Attuning to the Avatars of Hinduism

Let us first concentrate on Shiva as he is portrayed in the chronicles of history of the Indian tradition, and then well reach beyond that particular picture and get into the essence of the being that he represents. He is pictured sitting on the top of mount Kailash in a state of samadhi. He has overcome the body functions, mastered the body functions; he has overcome his thoughts, he's able to master his thoughts, he's able to master his emotions, he's able to master his sense of identity. And so he represents a kind of Olympic victory of a super-human will, that is exercising mastery. So, the quality is mastery.

Now, that's the picture, but now we try to reach beyond the picture. What does that being represent for us, for the whole universe? Well, that extraordinary faculty that we all have, to master the most challenging conditions, and as a consequence are able to affirm the divine will over our fantasies. So, there's an emotion, the emotion of mastery, of being in control of situations which would otherwise go outside your control. So, let us try and experience in ourselves the being of Shiva beyond time and space. And that means dealing with hardships, with courage and control - instead of lamenting because conditions are difficult.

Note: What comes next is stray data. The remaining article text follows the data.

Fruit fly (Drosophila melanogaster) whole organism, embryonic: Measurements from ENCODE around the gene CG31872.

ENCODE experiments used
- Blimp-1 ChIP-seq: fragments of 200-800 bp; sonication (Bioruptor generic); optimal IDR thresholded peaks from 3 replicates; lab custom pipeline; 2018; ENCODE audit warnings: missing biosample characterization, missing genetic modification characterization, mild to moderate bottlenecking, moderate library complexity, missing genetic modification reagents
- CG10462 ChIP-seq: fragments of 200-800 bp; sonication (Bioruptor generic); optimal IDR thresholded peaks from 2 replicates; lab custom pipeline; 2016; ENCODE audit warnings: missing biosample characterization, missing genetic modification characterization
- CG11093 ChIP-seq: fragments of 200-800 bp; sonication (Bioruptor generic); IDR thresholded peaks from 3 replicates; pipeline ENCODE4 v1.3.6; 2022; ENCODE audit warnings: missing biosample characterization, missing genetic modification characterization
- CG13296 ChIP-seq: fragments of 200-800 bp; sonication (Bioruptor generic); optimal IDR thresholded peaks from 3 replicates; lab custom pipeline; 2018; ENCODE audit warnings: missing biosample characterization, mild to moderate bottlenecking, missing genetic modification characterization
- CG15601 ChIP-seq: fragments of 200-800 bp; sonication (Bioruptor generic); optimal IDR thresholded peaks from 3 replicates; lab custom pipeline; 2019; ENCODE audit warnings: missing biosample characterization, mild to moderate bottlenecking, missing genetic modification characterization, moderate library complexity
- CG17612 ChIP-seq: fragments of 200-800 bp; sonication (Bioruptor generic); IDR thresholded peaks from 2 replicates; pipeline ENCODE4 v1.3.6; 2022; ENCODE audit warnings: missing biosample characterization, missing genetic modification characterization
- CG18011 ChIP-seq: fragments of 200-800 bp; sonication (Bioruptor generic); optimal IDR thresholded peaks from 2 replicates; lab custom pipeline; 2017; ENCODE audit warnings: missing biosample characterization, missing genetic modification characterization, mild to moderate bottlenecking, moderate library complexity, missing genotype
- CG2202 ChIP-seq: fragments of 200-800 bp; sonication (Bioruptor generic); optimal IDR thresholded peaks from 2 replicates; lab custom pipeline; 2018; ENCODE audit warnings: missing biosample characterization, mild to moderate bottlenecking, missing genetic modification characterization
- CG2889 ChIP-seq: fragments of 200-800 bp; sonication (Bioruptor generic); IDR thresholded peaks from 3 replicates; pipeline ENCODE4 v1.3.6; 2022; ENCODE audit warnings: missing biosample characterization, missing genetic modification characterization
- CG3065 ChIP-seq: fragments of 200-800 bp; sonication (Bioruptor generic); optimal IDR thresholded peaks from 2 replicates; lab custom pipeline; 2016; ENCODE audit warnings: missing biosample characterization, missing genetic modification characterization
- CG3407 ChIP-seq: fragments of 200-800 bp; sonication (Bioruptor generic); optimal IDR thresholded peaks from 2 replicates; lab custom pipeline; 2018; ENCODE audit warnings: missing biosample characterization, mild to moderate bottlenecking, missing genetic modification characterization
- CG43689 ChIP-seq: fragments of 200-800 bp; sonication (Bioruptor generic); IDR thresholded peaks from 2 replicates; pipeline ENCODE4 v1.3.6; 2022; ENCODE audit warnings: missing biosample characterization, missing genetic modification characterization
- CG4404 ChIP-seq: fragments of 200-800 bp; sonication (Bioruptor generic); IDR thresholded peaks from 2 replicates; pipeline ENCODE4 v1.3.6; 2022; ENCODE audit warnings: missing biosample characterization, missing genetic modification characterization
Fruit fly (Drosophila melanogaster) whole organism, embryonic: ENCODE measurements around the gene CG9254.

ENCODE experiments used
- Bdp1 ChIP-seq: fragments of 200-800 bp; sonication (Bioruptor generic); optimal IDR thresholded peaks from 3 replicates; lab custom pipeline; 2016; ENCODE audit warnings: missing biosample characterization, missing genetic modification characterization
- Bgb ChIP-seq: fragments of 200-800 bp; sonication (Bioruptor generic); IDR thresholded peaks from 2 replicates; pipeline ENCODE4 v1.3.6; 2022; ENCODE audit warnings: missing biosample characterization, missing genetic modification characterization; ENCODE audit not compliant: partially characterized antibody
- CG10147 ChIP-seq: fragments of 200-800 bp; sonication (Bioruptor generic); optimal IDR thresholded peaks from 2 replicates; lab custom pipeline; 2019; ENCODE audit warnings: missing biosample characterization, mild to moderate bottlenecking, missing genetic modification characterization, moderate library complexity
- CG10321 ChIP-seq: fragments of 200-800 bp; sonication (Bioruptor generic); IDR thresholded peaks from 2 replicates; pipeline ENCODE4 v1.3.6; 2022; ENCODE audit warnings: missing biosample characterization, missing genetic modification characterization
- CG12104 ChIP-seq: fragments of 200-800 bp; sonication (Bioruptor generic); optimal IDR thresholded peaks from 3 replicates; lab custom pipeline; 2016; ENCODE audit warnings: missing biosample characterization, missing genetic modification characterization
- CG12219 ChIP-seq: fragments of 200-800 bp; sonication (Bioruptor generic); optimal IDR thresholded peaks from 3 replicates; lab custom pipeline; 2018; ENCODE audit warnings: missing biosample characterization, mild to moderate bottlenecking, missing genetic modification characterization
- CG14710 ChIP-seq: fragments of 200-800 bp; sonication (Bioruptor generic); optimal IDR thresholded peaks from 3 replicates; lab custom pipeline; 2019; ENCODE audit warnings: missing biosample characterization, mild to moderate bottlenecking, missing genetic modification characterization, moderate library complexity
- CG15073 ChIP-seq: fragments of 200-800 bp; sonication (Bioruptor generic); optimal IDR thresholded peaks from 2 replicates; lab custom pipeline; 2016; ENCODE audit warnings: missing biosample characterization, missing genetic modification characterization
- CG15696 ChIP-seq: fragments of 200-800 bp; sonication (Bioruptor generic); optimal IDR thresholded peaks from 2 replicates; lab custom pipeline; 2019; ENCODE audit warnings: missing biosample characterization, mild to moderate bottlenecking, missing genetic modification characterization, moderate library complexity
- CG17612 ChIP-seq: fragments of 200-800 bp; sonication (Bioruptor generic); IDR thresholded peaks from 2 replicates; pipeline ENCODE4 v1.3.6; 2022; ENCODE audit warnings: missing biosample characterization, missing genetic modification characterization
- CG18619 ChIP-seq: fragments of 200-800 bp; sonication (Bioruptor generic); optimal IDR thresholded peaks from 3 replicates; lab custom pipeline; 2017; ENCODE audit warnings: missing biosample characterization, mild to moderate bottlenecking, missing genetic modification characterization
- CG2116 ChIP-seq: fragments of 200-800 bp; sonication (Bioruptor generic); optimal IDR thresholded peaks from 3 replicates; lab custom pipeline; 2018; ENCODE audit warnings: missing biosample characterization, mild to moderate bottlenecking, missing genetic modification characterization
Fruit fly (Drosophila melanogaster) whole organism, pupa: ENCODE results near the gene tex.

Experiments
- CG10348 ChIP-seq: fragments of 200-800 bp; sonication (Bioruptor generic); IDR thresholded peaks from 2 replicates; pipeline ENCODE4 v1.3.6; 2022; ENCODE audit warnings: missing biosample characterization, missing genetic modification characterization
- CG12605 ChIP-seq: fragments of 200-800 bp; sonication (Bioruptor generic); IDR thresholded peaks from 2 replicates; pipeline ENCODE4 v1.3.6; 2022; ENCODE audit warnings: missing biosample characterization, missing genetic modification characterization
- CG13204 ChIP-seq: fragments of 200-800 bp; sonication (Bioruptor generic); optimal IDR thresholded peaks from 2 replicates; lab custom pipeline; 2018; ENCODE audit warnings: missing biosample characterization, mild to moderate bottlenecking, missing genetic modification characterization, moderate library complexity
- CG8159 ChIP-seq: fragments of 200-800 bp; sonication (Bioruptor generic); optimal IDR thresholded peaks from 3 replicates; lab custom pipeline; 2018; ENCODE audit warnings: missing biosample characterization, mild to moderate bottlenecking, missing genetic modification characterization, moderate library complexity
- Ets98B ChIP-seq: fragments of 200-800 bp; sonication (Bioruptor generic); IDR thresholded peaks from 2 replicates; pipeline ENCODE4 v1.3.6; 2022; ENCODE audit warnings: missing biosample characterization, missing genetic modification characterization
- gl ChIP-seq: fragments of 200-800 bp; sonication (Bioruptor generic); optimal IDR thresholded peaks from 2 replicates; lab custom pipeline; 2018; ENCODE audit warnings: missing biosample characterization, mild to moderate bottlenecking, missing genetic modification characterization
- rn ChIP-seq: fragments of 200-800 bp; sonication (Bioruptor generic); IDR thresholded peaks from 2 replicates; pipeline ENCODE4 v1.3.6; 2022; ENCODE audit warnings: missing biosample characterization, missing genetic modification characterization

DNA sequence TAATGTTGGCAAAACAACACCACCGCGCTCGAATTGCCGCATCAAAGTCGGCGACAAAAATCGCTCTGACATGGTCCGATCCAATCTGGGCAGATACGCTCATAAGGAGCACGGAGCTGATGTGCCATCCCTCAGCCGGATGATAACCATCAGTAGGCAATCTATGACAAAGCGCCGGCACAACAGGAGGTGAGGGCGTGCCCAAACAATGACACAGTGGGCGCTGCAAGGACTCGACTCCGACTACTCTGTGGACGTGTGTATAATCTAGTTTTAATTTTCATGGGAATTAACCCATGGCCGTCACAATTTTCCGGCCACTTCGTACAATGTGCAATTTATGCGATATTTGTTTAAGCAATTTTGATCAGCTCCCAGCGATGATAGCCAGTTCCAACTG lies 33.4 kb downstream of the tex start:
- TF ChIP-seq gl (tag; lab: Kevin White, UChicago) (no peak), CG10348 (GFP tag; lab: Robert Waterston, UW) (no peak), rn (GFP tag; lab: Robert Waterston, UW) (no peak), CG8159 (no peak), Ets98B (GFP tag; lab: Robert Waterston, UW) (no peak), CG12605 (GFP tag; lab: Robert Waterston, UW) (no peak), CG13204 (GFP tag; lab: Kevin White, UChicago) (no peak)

Rama is the embodiment of the knight, the first chivalry. He was at first an ascetic, banished by his father, but his main action was in life. "The life of Rama suggests that, spiritual strife apart, the struggle in the world is the first thing to face; and if one keeps to one´s own ideal through every test and trial in life, one will no doubt arrive at a stage when he will be victorious. It does not matter how small be the struggle, but victory won in the end of every struggle is the power that leads man farther on the path towards life´s goal. The life of man, however great and spiritual, has its limitations. Before conditions of life the greatest man on earth, the most powerful soul, will for a moment seem helpless. But it is not the beginning that counts; it is the end. It is the last note that a great soul strikes which proves that soul to be real and true." (Hazrat Inayat Khan)



 
 
Krishna is, of course, an anticipation of Christ. He is God having become a child and therefore becoming human. That´s the whole strength of Hinduism: instead of thinking of God right up there, bringing Him right down, seeing Him living right here amongst us. He is lovable and therefore arouses a feeling of love and affection. That´s when your heart goes out to God manifesting His creatures. That´s Krishna, even when it might be a deer or an animal in the forest or any creature that you feel love for.

(Texts from meditations with Pir Vilayat Inayat Khan)

Further attunements:

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